From: Mashable – Tech – by Adario Strange, September 17, 2014
Facebook is reportedly working on a new app designed to encourage private content sharing — by making the process even more personal.
Citing multiple sources, a report on Techcrunch claims that the current code name for the app is “Moments” and will give users a grid-style interface from which to share private moments with friends and family.
The reasoning behind the app, allegedly, is to assist Facebook users who want to share intimate content with close contacts, but have been put off by the site’s increasingly complicated privacy settings.
The report hedges on whether or not the app will ever actually be released, citing numerous past internal Facebook experiments that never became public-facing products.
But if true, the app would indicate that Facebook is continuing to work to win back the trust of some users who have been daunted by the site’s complicated and ever-shifting privacy settings and News Feed changes.
A Facebook spokesperson offered the company’s standard response: “we do not comment on rumors or speculation.”
From: Law Technology Today, By Eliya Fishman August 28, 2014
More than 90% of the world’s digital data has been generated within the last two years. Everything around us is moving faster. Our on-demand, in-an-instant mindset has zero tolerance for bandwidth limitations and mobility constraints. And then, we suddenly find ourselves facing a stack of paper that should have been signed yesterday…
Paper might be dying, but the tried and true process of ‘printing to sign’ continues to linger. In fact, according to a recent ALM Media online reader survey on signature-dependent processes and the use of digital signatures, 49% of all documents are printed for the sole purpose of adding signatures. And with 47% of respondents signing documents at least four times per week, you can quickly figure out what that means in terms of wasted resources, precious time, and money. Speaking of time, the survey also revealed that processes involved with obtaining physical signatures were extended by 1.24 days on average, spelling potential disaster for time-sensitive transactions. <READ MORE>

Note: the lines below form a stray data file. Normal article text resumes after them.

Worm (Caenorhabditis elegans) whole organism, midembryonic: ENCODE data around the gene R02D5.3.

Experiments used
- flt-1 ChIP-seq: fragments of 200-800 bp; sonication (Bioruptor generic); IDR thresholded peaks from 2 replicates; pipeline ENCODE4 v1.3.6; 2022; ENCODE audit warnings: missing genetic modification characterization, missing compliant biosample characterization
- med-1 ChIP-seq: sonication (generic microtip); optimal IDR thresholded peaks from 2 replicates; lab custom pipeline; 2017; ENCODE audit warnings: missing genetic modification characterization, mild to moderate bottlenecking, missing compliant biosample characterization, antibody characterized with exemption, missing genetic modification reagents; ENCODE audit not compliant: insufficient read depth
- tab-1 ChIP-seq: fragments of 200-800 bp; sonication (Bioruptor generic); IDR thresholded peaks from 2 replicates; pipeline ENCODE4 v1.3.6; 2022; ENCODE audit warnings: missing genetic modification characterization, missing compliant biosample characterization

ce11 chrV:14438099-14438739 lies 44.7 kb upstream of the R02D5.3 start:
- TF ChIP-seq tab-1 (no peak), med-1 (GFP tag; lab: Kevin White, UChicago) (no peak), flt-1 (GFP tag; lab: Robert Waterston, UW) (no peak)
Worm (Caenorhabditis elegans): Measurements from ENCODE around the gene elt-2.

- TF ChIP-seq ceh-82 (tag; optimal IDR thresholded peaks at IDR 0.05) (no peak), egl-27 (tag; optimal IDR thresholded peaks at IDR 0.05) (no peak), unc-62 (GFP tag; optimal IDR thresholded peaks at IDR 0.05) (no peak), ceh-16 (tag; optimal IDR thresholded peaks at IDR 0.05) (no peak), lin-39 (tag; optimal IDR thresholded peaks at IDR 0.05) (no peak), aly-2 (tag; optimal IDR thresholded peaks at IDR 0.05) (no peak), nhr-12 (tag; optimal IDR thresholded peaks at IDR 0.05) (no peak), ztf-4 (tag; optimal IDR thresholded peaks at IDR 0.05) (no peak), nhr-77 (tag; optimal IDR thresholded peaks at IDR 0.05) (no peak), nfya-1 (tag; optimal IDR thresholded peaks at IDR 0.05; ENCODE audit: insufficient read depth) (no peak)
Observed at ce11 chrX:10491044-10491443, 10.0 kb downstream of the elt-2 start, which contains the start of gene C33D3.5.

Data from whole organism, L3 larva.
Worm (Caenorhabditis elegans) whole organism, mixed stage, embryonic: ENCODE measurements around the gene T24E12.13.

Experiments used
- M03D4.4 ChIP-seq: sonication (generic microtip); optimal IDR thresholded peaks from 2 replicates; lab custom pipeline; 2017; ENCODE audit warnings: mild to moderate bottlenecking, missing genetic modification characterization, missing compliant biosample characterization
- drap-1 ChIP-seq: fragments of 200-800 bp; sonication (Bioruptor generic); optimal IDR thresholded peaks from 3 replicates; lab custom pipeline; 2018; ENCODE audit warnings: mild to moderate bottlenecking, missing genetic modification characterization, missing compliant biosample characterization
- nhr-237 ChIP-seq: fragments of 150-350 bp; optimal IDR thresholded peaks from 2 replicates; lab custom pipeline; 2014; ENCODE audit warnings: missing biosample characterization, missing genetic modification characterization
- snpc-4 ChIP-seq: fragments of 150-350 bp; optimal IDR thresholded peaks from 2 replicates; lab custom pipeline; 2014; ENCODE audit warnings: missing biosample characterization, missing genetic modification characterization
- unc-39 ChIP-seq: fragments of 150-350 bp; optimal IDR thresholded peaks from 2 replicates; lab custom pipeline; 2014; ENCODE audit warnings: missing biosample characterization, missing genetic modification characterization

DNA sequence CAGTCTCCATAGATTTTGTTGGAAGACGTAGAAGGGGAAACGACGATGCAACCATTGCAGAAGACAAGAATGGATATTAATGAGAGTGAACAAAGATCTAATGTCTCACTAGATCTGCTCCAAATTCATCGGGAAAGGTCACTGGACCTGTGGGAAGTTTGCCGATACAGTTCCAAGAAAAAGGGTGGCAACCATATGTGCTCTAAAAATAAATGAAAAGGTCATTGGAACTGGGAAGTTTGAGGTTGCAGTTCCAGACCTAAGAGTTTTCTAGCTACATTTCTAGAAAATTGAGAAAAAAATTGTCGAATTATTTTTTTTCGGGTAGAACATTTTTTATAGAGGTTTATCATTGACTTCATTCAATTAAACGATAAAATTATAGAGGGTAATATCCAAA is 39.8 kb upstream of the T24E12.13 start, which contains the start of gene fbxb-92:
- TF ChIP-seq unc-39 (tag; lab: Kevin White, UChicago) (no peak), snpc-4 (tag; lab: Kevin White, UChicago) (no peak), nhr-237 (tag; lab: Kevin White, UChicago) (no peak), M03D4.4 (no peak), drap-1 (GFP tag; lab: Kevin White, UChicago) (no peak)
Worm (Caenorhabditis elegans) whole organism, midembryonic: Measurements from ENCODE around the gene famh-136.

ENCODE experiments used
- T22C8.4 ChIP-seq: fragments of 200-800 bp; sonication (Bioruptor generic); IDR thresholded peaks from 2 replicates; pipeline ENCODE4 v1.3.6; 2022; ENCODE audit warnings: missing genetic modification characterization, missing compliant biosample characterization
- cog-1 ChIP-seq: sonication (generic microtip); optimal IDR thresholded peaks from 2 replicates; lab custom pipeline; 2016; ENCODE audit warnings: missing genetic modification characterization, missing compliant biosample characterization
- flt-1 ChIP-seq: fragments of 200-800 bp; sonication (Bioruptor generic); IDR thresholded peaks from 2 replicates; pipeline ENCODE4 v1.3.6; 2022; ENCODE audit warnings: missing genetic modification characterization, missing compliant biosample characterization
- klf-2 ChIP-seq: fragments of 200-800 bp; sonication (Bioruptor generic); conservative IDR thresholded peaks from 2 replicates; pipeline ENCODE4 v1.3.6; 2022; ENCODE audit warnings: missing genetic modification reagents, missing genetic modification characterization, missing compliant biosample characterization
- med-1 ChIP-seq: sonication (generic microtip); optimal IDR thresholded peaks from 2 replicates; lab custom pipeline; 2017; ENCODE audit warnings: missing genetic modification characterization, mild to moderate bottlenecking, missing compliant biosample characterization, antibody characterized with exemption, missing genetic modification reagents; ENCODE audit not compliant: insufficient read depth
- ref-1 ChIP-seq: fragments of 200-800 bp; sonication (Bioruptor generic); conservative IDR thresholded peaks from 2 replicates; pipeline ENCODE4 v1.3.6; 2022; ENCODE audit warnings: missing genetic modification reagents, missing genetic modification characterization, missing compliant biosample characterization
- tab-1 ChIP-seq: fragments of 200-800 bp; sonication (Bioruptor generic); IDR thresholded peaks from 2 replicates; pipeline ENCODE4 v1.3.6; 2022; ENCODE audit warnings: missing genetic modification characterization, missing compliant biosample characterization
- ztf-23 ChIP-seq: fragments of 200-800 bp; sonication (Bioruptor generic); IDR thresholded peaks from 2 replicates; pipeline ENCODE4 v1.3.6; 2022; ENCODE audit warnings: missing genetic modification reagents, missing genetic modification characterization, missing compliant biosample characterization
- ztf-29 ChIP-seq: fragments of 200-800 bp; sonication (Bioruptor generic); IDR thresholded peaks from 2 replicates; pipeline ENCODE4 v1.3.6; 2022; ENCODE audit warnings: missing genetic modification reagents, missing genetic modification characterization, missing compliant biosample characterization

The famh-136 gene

From: The Hacker News: Thursday, September 04, 2014 Swati Khandelwal
A notable number of cell phone towers around the United States are rogue that, according to latest report, could spoof legitimate towers and intercept calls. The research carried out by ESD America, a defense and law enforcement technology firm based in Las Vegas, shows that a rogue cell phone towers, also known as “interceptors”, may process the call.
ESD America, the company that makes the super-secure CryptoPhone, makes one of the oldest and most expensive high-security cell phones in the market. It provides equipment and training to more than 40 countries with a goal to provide technical security assistance to government and corporate clients across Asia.<READ MORE>
From: Law Technology Today – Posted by: Craig Huggart September 4, 2014
What do you do when that dreaded moment comes when you have to come up with another password? Maybe they are out there but I don’t know anyone who thinks coming up with passwords and remembering them is fun.